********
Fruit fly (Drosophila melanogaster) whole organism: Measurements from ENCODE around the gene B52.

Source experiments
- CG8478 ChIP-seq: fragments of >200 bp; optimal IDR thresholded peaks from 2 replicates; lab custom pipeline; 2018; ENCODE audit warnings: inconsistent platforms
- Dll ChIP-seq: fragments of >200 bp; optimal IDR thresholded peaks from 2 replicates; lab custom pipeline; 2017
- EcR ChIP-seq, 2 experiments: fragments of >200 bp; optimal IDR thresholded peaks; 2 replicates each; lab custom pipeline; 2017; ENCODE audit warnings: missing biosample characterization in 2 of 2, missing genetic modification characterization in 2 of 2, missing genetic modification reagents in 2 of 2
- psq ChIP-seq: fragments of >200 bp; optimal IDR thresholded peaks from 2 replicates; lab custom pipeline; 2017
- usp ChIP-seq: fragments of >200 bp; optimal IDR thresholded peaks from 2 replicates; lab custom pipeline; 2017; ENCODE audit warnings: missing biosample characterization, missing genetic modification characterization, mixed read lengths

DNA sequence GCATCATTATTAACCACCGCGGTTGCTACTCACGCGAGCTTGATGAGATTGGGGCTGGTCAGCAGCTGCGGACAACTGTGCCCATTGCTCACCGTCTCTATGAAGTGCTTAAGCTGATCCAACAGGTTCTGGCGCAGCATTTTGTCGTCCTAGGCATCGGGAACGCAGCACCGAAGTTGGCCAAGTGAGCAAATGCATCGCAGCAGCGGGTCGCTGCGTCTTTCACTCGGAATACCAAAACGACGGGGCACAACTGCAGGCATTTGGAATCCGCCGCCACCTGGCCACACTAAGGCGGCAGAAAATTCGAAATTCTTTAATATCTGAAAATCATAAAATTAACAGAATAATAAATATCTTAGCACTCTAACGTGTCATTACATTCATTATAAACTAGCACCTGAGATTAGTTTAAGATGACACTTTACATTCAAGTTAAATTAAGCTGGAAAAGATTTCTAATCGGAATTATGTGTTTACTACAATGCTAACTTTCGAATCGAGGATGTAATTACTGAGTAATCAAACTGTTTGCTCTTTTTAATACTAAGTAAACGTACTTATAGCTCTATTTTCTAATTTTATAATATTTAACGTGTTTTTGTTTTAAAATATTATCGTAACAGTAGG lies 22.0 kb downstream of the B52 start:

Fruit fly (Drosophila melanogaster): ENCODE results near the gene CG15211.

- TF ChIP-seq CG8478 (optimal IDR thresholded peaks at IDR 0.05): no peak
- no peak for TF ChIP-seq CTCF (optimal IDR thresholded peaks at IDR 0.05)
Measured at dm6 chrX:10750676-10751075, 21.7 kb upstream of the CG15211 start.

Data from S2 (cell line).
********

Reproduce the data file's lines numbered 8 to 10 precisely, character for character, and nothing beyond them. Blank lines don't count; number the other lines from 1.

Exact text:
DNA sequence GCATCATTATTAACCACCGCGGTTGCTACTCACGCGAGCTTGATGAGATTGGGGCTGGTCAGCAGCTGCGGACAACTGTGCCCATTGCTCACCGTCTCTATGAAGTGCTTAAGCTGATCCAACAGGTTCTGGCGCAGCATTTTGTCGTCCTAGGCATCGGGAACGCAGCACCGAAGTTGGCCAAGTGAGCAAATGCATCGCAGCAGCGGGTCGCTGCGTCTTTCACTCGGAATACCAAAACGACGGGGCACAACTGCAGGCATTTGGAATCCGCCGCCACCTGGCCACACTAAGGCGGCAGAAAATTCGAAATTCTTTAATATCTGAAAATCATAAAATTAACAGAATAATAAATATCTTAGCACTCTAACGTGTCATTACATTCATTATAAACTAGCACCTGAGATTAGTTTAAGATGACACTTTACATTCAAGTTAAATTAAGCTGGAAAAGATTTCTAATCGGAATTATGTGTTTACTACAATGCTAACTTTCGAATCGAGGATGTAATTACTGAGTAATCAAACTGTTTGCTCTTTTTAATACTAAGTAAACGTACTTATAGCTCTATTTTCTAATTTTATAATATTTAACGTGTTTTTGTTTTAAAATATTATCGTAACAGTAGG lies 22.0 kb downstream of the B52 start:

Fruit fly (Drosophila melanogaster): ENCODE results near the gene CG15211.

- TF ChIP-seq CG8478 (optimal IDR thresholded peaks at IDR 0.05): no peak